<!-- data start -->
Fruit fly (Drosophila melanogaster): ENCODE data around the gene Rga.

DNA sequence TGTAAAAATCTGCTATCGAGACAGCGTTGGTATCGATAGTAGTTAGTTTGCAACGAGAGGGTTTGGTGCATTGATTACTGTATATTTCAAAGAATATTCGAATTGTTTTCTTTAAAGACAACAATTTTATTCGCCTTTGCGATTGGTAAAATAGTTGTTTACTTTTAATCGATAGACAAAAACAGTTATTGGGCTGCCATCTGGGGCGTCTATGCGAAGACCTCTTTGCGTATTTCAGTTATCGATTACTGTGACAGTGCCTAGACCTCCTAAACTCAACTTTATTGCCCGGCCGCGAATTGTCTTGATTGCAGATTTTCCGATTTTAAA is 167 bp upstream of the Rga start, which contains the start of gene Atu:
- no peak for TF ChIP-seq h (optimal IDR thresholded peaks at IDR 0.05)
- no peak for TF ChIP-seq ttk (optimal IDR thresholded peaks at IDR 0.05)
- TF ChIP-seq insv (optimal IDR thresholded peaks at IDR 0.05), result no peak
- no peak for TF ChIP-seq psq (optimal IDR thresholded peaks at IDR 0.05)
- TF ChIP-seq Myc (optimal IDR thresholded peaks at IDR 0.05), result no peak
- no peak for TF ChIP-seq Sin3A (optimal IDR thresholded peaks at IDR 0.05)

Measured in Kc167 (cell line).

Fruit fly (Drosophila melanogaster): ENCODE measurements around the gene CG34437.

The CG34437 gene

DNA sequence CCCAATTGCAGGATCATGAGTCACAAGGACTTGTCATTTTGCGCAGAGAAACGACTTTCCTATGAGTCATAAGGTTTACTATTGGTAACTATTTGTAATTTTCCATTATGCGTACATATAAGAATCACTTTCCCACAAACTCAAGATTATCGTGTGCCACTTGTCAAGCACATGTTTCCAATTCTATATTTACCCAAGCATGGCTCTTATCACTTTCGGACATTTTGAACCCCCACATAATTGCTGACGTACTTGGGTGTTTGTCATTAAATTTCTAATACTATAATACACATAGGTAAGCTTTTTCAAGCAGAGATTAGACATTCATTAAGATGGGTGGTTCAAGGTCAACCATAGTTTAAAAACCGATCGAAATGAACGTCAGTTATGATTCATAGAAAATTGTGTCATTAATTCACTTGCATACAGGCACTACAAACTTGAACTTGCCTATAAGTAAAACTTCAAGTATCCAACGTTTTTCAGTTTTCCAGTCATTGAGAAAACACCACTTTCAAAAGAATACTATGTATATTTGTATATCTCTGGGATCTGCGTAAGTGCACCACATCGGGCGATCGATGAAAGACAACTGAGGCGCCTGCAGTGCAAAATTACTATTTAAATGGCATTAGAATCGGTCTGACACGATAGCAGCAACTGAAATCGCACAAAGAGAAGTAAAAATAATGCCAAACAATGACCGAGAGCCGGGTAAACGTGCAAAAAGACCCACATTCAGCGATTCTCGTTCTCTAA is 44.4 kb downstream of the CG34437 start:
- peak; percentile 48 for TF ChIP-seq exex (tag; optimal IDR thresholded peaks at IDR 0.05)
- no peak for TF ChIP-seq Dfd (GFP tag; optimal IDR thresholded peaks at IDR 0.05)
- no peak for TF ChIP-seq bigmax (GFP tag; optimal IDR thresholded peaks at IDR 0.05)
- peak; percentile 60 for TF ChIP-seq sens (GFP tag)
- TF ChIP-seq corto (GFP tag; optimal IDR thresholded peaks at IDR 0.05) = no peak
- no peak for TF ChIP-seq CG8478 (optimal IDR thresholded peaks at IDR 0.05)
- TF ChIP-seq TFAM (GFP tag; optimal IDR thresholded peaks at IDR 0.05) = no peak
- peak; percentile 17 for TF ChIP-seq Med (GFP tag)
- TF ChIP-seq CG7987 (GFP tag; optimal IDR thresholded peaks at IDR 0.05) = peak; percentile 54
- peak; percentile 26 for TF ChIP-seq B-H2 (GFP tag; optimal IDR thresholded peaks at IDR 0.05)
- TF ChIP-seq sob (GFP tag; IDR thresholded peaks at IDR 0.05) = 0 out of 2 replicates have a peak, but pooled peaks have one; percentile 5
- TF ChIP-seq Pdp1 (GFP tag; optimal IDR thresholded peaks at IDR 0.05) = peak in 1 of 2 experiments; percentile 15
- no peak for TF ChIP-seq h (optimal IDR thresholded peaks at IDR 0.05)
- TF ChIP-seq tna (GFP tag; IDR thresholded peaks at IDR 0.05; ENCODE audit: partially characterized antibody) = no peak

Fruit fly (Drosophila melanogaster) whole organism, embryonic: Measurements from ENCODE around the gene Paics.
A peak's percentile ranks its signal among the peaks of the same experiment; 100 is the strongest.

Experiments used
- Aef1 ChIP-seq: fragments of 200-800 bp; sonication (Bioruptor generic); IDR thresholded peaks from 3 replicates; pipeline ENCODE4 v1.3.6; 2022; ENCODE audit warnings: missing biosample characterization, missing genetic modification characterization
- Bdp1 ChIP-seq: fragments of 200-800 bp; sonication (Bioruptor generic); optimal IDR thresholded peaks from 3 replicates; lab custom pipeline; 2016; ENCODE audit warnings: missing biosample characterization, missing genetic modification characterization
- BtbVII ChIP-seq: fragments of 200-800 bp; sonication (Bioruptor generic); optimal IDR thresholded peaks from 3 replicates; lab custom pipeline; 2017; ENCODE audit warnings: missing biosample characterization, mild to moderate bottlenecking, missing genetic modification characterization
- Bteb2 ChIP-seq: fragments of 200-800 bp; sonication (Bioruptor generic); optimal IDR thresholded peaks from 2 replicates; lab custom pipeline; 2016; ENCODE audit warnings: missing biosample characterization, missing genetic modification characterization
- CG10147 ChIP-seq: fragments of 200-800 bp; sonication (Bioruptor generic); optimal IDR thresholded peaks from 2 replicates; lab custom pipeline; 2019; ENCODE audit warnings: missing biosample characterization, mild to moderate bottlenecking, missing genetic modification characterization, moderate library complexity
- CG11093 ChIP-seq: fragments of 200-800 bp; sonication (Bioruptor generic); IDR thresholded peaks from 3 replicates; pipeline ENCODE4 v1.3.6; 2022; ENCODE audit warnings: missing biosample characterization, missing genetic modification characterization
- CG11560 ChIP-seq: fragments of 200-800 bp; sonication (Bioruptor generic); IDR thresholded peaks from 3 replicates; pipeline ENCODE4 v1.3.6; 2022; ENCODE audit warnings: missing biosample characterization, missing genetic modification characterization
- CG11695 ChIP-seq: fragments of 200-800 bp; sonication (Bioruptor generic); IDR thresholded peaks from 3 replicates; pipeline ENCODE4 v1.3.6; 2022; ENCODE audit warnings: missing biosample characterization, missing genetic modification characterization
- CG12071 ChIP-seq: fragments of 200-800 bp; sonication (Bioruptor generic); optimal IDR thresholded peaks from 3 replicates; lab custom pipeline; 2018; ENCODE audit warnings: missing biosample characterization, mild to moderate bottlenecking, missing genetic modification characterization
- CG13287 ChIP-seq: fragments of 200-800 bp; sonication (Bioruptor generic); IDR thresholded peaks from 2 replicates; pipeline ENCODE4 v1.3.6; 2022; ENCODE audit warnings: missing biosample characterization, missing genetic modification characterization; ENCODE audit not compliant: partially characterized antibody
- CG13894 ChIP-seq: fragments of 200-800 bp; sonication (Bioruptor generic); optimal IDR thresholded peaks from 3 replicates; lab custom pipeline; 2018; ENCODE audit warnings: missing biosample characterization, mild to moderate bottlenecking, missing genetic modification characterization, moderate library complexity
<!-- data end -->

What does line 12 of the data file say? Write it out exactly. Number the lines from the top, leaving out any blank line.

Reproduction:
DNA sequence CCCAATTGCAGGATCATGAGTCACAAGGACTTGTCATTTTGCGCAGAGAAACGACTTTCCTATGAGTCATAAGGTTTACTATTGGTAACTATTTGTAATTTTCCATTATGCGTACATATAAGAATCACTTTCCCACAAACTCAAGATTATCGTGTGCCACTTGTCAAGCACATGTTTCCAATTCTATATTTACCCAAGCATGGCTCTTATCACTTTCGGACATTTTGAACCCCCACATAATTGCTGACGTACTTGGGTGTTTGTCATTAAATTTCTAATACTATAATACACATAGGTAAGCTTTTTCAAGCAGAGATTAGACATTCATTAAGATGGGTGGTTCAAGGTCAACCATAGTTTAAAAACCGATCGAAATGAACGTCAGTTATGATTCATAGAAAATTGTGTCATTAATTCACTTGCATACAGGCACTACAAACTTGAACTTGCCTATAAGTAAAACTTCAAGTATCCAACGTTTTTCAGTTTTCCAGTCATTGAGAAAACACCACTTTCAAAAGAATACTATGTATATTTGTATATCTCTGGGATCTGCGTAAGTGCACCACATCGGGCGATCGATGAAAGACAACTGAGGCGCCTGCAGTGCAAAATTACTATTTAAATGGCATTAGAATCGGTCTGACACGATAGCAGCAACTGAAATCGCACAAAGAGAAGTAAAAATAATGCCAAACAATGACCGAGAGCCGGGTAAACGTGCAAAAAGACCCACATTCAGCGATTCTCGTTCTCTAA is 44.4 kb downstream of the CG34437 start: